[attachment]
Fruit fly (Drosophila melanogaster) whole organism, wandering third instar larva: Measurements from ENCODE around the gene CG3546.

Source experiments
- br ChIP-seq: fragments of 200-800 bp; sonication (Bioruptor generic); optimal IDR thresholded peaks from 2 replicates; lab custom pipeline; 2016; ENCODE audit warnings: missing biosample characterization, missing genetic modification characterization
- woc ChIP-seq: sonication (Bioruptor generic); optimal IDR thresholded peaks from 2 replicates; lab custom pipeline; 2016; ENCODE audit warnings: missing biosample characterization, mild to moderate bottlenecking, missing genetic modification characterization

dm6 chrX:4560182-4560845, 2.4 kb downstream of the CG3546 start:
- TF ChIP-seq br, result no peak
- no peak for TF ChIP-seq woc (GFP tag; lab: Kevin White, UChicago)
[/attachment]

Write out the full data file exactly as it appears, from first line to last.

Fruit fly (Drosophila melanogaster) whole organism, wandering third instar larva: Measurements from ENCODE around the gene CG3546.

Source experiments
- br ChIP-seq: fragments of 200-800 bp; sonication (Bioruptor generic); optimal IDR thresholded peaks from 2 replicates; lab custom pipeline; 2016; ENCODE audit warnings: missing biosample characterization, missing genetic modification characterization
- woc ChIP-seq: sonication (Bioruptor generic); optimal IDR thresholded peaks from 2 replicates; lab custom pipeline; 2016; ENCODE audit warnings: missing biosample characterization, mild to moderate bottlenecking, missing genetic modification characterization

dm6 chrX:4560182-4560845, 2.4 kb downstream of the CG3546 start:
- TF ChIP-seq br, result no peak
- no peak for TF ChIP-seq woc (GFP tag; lab: Kevin White, UChicago)